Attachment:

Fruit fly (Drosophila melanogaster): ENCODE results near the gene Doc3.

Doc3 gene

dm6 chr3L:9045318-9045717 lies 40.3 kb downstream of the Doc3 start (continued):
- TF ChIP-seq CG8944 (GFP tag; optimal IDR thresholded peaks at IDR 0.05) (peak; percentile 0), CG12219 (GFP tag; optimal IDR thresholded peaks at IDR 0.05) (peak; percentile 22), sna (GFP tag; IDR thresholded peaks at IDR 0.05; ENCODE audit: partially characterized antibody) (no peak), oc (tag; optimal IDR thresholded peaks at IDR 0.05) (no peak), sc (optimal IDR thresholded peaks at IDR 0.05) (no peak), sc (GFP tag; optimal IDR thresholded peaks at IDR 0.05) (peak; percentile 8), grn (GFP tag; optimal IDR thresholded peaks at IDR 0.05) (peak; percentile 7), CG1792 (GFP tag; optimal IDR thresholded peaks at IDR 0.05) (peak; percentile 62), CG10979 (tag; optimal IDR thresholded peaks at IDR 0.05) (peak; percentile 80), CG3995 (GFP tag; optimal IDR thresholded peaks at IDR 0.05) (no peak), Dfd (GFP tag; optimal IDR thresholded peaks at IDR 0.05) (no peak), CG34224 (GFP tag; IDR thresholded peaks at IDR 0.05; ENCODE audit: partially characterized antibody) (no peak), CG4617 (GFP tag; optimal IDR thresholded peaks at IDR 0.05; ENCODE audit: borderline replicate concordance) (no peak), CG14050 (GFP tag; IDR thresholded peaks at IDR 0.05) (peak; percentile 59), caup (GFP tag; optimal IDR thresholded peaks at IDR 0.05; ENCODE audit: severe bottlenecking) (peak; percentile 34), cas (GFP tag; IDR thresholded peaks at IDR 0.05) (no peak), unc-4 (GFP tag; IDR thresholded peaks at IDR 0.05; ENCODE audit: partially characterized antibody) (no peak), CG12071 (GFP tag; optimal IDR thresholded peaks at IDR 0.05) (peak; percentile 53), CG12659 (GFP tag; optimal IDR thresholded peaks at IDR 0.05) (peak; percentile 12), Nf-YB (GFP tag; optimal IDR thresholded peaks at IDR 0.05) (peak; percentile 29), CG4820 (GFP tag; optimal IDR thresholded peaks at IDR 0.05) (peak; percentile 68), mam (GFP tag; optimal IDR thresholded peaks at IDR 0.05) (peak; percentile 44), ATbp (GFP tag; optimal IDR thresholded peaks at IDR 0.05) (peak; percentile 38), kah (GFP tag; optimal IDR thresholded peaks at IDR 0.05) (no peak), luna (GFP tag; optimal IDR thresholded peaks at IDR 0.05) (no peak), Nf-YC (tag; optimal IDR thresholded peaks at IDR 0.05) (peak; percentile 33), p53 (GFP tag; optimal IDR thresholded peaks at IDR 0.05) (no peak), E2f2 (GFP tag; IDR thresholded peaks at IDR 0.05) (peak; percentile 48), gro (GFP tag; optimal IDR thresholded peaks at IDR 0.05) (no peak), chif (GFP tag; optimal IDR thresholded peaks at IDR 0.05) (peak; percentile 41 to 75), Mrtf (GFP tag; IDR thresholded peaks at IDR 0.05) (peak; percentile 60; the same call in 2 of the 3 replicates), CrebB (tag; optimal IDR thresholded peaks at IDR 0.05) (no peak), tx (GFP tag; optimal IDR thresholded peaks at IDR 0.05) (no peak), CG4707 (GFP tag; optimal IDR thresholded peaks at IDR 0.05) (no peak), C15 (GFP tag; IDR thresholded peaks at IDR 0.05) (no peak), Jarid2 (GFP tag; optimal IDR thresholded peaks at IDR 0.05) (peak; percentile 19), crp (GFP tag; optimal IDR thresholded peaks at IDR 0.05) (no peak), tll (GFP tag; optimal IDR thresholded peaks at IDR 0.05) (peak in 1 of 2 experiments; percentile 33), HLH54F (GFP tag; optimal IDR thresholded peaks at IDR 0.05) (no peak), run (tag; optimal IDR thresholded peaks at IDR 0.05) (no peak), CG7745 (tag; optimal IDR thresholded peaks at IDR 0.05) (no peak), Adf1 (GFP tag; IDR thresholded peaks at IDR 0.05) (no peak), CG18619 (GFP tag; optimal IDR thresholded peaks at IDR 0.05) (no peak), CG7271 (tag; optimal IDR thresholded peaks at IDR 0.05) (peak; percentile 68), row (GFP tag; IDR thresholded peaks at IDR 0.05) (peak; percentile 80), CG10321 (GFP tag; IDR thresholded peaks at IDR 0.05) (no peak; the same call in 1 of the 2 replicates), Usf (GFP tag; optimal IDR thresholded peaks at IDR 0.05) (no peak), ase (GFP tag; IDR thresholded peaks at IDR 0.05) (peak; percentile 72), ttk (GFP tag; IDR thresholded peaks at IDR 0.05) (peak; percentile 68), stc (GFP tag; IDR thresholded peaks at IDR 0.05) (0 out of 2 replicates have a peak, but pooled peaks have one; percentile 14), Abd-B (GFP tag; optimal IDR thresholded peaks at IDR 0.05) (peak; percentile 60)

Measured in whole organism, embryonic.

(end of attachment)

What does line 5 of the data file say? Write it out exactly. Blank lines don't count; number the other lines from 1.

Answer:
Measured in whole organism, embryonic.